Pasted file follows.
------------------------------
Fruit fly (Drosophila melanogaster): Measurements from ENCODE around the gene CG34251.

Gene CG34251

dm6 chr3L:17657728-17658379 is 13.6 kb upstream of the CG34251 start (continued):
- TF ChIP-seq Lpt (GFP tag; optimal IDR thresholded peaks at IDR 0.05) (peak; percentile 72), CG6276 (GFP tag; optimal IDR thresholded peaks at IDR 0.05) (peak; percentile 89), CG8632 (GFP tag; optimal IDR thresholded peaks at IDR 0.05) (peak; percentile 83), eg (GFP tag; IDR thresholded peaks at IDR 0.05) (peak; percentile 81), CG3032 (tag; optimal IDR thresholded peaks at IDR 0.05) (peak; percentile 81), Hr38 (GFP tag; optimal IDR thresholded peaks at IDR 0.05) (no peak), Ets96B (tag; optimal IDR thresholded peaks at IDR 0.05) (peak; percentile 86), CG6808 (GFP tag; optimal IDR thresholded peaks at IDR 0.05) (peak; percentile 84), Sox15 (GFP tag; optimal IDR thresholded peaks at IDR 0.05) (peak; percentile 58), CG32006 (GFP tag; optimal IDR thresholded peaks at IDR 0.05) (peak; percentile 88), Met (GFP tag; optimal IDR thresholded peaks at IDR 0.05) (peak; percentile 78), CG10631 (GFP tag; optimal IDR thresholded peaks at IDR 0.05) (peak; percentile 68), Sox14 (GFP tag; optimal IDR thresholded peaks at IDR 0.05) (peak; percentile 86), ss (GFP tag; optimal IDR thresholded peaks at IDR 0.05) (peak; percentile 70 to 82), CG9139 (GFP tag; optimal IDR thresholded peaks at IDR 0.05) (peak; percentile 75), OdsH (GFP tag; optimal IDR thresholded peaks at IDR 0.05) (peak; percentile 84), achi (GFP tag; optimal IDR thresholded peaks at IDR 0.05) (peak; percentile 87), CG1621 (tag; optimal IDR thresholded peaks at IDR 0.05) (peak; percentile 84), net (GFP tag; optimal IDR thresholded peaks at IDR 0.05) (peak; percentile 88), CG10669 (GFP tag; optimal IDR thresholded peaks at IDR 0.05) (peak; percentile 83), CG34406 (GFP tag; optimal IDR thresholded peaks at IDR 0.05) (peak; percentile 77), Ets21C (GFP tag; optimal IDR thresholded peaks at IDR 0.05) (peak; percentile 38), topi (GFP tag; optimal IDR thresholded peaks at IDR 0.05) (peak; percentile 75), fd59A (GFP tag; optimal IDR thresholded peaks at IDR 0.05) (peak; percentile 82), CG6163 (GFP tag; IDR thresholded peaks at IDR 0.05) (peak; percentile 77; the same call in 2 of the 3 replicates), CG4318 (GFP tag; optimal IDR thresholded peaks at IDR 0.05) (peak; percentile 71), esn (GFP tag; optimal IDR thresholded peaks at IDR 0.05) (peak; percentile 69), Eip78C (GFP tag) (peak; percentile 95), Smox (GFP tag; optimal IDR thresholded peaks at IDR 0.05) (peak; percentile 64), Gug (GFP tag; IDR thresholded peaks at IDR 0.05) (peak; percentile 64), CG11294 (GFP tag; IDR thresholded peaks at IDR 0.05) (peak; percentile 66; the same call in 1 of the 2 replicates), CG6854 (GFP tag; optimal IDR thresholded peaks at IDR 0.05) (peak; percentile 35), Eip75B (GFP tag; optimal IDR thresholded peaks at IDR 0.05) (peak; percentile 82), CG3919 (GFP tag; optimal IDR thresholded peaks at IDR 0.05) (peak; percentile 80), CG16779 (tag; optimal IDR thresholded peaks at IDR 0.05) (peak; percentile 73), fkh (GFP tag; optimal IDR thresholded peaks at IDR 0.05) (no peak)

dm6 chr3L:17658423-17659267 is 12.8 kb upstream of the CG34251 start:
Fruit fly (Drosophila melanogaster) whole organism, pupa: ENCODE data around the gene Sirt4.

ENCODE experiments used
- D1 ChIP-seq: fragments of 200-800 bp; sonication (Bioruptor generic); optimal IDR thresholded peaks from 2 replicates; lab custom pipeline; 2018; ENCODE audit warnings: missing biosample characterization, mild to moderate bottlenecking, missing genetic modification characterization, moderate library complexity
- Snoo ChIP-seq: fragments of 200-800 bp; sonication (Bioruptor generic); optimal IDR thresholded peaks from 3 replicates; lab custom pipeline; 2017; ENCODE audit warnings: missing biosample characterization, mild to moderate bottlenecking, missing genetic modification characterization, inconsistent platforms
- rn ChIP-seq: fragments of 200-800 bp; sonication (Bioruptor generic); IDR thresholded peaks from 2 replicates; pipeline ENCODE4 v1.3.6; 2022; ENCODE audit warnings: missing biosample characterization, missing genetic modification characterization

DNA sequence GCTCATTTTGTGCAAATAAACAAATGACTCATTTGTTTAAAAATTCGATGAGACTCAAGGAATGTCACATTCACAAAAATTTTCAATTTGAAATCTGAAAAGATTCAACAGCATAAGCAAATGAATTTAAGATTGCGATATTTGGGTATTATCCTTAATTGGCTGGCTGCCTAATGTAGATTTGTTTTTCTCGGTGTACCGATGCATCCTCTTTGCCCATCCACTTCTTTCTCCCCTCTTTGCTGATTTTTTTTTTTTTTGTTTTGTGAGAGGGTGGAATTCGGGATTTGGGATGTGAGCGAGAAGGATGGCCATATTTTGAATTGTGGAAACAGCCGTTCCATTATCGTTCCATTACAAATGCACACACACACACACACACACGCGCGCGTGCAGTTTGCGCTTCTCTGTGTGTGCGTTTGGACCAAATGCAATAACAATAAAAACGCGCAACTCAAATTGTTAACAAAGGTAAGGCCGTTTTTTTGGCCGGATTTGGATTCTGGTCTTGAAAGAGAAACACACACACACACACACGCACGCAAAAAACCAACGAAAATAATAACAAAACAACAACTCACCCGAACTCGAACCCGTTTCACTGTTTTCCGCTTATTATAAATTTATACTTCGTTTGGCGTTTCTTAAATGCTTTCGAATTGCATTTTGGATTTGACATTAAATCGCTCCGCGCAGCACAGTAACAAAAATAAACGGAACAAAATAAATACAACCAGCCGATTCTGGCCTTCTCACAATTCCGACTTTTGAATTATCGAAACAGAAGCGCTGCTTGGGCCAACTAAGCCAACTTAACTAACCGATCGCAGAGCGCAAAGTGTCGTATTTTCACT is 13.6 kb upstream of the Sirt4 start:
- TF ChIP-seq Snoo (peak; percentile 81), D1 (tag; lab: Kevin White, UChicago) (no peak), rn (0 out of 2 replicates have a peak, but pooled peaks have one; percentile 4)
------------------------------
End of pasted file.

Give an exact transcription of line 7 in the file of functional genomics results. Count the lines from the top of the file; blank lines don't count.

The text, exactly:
ENCODE experiments used